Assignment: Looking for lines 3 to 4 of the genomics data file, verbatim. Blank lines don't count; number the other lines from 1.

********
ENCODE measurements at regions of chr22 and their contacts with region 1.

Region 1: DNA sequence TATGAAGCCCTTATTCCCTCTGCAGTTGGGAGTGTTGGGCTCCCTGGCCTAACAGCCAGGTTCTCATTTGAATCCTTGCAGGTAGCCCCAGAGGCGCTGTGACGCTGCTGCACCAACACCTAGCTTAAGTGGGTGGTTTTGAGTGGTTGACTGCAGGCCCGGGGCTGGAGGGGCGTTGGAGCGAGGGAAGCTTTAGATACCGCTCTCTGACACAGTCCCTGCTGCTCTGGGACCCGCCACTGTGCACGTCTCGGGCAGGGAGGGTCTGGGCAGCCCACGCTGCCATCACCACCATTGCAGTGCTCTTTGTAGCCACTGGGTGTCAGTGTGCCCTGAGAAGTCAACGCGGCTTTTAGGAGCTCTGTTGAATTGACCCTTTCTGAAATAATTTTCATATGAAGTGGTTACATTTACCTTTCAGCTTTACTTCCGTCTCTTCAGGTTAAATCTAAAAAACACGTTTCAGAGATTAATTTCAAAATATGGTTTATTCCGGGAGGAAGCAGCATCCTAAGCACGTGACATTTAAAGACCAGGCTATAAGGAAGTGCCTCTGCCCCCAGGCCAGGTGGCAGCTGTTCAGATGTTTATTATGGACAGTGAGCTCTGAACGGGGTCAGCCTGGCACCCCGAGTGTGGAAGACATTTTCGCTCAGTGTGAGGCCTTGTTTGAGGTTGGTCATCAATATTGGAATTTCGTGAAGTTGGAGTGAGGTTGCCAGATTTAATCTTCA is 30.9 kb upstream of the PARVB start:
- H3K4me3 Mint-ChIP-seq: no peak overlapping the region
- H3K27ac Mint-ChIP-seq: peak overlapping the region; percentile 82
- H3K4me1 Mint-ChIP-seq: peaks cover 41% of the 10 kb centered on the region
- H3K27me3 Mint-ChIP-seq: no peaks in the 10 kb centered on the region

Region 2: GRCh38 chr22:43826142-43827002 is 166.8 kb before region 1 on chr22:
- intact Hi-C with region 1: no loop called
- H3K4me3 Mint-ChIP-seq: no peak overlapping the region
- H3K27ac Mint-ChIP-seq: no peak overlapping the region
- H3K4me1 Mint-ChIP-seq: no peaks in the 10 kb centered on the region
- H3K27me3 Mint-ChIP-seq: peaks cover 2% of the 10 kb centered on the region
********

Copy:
- H3K4me3 Mint-ChIP-seq: no peak overlapping the region
- H3K27ac Mint-ChIP-seq: peak overlapping the region; percentile 82